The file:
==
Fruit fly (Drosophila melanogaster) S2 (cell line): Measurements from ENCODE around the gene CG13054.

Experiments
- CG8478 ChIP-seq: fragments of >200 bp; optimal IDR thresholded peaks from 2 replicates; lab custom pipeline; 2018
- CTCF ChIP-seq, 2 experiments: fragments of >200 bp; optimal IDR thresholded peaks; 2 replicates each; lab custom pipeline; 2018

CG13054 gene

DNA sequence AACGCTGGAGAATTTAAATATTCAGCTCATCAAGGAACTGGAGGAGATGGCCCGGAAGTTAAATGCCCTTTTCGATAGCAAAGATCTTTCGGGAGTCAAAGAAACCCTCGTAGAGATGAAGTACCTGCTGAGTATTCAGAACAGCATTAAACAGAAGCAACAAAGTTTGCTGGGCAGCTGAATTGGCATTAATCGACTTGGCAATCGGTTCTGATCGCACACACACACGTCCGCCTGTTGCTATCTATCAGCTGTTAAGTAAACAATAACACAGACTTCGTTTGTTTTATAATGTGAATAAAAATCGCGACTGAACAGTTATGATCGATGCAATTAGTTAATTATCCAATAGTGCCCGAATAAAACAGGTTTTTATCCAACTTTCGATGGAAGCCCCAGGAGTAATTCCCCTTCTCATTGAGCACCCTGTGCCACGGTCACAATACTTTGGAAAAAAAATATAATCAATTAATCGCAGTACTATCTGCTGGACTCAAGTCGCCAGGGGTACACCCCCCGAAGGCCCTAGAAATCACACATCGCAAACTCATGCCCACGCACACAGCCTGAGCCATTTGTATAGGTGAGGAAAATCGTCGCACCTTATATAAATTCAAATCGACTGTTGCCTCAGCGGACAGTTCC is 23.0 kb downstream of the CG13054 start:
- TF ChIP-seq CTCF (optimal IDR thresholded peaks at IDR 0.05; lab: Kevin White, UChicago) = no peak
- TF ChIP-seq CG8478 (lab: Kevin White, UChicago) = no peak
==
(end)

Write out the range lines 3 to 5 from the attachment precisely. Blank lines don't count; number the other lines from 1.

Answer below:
- CG8478 ChIP-seq: fragments of >200 bp; optimal IDR thresholded peaks from 2 replicates; lab custom pipeline; 2018
- CTCF ChIP-seq, 2 experiments: fragments of >200 bp; optimal IDR thresholded peaks; 2 replicates each; lab custom pipeline; 2018

CG13054 gene